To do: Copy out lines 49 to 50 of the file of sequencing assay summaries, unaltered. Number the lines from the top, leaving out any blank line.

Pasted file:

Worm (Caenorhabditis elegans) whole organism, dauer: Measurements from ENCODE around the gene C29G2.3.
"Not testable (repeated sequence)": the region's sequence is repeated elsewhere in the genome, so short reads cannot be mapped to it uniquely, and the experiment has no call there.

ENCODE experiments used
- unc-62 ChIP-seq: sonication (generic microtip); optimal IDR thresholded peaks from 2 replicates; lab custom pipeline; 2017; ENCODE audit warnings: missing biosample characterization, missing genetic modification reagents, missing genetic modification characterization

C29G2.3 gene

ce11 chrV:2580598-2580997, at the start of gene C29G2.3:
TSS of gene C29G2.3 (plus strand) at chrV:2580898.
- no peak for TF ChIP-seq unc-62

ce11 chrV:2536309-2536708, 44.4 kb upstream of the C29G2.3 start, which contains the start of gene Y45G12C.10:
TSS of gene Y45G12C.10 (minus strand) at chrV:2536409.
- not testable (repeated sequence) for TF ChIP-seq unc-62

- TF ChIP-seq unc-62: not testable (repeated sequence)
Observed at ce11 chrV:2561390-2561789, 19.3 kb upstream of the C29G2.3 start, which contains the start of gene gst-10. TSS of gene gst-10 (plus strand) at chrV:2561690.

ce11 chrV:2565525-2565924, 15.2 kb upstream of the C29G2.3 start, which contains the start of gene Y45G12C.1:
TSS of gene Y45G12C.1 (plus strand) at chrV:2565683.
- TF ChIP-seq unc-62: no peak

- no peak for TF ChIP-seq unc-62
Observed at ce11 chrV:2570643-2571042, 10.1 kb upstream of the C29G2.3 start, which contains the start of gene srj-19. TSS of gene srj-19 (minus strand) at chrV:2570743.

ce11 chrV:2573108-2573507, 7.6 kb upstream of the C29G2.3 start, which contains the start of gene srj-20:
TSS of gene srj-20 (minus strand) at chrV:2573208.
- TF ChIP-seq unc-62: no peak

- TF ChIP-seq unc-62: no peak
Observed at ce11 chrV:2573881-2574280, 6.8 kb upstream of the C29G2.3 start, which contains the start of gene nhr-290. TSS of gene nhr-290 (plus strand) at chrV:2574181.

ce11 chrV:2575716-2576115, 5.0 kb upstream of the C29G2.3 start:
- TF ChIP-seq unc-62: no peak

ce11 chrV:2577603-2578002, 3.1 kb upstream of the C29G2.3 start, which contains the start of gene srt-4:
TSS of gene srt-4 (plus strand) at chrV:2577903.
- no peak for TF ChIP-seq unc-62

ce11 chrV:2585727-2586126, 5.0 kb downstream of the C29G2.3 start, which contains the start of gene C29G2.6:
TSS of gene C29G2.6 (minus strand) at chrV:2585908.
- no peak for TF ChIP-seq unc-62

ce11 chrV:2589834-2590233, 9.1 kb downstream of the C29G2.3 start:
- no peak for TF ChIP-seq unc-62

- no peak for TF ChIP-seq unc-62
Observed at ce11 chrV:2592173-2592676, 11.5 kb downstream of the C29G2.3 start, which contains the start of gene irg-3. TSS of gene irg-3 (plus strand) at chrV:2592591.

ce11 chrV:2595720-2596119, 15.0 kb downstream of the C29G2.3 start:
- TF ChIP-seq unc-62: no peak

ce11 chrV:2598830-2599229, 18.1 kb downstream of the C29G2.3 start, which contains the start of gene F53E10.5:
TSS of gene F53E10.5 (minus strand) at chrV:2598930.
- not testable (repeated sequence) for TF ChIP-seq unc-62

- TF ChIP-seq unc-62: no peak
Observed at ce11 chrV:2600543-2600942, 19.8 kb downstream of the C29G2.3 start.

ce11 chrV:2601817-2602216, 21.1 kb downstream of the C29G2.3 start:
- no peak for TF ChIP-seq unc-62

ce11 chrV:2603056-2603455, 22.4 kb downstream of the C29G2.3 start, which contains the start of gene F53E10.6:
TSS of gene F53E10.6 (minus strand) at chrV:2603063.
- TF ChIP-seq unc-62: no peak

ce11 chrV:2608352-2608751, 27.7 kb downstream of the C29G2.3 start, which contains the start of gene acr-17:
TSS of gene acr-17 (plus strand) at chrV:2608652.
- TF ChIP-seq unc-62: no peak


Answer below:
TSS of gene acr-17 (plus strand) at chrV:2608652.
- TF ChIP-seq unc-62: no peak